NASCAR the Greenest Sport in America

Photo courtesy of Good Green Cars

NASCAR May Already Be the Greenest Sport in America and They Aren’t Done Yet

Written by Todd Jacobs

NASCAR has been working on becoming the greenest major sport in America for some time. They already have made major adjustments to make their race tracks environmentally friendly. How could NASCAR be the cleanest greenest sport? The project spear headed by Brian France, began last year with France’s yearly season opening address.

France outlines plan to take NASCAR green.

Last year in January, France outlined NASCAR’s intention to be more evironmentally friendly while at the same time saving the race teams millions of dollars. The main goal of NASCAR is to get all of it’s speedways to become environmentally friendly. More than one third of the speedways are already on the program. The plan is to get all NASCAR sanctioned speedways on board in the next couple of years.

In France’s statement he explained, “Last June I chaired an internal committee meeting with former vice president Al Gore. The event was held at Infineon Raceway. In that meeting, we discussed ideas for what we can do as an industry to be greener.”

France also explained he would assign a point person, “As a result, NASCAR has hired Mike Lynch as managing director for green innovation. Mike’s responsible for planning and executing a comprehensive industry-wide green initiative.”

“He comes to NASCAR with nearly 20 years of experience in strategic planning and working with major companies on “breakthrough technologies.” Mike is in the process of developing an industry-wide, multi-discipline strategic green Initiative to include all NASCAR departments, drivers, teams and tracks.”

First and most important declaration that is having an immediate impact is no testing.

NASCAR teams were told in 2009 there would be no testing allowed at any NASCAR sanctioned tracks. A pledge that has been carried over to 2010. This is intended to cut down all the miles logged, not only by the 18 wheel car haulers but the teams also flying from track to track to test. In theory it is a great idea, unfortunately NASCAR teams are skirting the issue by testing at non sanctioned tracks like Rockingham Speedway in North Carolina. So far this rule is benefiting powerhouse teams like Hendrick Racing and Roush/Fenway Racing.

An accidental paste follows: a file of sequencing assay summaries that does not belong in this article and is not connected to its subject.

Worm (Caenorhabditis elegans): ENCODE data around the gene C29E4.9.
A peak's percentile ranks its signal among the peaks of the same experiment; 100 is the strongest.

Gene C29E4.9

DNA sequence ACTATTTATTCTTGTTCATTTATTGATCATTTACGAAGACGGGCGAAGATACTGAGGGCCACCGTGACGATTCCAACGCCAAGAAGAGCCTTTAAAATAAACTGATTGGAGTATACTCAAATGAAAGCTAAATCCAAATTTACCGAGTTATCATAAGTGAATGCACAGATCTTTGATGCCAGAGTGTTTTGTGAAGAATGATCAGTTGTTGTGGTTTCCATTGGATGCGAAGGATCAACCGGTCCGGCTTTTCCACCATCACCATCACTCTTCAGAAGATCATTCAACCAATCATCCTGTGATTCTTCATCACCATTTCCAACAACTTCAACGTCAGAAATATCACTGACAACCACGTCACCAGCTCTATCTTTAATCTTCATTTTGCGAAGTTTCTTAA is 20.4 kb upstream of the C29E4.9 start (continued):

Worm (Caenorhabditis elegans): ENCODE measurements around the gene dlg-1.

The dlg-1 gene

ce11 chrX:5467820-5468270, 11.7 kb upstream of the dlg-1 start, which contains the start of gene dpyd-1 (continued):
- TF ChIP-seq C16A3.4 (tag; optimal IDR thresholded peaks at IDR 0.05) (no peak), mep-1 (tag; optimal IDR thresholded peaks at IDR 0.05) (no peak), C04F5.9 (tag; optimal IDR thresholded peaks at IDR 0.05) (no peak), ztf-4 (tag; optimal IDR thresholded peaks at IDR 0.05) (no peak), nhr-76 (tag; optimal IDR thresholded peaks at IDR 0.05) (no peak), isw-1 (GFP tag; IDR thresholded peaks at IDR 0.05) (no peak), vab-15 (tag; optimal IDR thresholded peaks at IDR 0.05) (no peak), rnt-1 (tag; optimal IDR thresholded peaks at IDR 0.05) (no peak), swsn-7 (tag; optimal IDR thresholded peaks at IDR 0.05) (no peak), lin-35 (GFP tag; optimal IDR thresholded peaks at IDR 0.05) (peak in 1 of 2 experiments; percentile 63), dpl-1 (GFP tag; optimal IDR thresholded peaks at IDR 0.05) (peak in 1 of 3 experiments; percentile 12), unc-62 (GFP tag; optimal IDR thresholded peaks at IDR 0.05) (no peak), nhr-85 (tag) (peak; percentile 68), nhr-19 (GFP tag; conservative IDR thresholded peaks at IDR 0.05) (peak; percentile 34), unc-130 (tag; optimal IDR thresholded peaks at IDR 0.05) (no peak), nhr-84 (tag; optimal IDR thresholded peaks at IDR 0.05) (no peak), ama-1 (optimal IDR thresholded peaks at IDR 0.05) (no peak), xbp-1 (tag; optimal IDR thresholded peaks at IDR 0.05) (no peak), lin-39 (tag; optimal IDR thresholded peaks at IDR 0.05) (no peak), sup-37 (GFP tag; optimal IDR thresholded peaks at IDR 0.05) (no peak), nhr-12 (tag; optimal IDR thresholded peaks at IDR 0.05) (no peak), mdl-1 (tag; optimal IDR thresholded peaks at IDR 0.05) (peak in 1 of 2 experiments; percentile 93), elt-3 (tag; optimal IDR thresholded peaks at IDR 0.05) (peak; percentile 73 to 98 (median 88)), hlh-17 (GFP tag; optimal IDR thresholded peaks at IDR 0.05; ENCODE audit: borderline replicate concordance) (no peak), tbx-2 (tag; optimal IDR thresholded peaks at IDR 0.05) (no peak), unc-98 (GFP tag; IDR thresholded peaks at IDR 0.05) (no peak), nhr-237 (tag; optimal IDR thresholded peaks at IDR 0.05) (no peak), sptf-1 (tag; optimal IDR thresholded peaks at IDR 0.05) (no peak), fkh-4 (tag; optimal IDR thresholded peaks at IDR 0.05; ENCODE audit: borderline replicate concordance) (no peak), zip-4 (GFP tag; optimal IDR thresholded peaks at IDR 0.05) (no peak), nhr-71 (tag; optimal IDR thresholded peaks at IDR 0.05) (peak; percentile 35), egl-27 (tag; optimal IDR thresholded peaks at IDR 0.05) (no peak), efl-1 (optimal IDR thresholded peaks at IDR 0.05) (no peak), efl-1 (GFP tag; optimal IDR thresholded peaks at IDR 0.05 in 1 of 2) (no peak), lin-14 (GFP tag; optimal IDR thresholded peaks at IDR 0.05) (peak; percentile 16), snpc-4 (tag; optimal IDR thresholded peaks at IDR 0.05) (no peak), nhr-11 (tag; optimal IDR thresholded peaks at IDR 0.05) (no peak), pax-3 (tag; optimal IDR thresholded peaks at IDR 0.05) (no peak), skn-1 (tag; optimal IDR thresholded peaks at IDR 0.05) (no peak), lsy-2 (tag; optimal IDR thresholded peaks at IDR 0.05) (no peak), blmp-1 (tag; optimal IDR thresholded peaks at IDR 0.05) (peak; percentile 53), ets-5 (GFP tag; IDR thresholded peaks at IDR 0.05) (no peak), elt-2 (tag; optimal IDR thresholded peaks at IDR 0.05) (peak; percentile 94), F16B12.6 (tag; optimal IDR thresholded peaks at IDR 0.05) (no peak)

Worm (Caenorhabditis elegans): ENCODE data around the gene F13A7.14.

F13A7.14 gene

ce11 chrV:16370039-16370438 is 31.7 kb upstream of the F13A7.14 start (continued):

NASCAR is recycling the oil and and used tires.

All oils and used tires are now recycled by the race teams. All oil used in any NASCAR event is reprocessed by Safety-Kleen as well as all used tires in every NASCAR race are loaded up and recycled by Goodyear.

All NASCAR facilities will soon have environmentally friendly trash cans.

All NASCAR facilities soon will include environmentally friendly trash cans located conveniently throughout the parking lots and inside the facility. More than half of the NASCAR sanctioned facilities already have these in place.

Infineon Raceway thinks out of the box with their plan to be greener.

Infineon Raceway in Sonoma, California, has by far on the most creative ideas to become a green example for the community. Since 2004 Infineon already has recycled 73 tons of materials and has been recognized by the State of California Department, Division of Recycling for its recycling efforts. They also recycle over 180,000 gallons of oil every year.

Infineon also employs animals to keep the grounds maintained and pesticide free. The NASCAR facility is home to over 3000 sheep that roam the grounds maintaining fire lanes and hillsides by feeding on them. Also to eliminate pesticides the facility has 15 boxes that house families of barn owls. The owls patrol the grounds and dive bomb rodents and gophers. One family of owls will feast on 30-40 rodents an evening.

NASCAR may not be the greenest sport in America yet but they are at least aware of their impact and taking measures to become the cleanest, greenest sport. On the horizon is the possibility of using vegetable oil instead diesel fuel for the 18 wheel transporters. Don’t look for any hybrid race cars in the near future though.


Content provided by Associated Content

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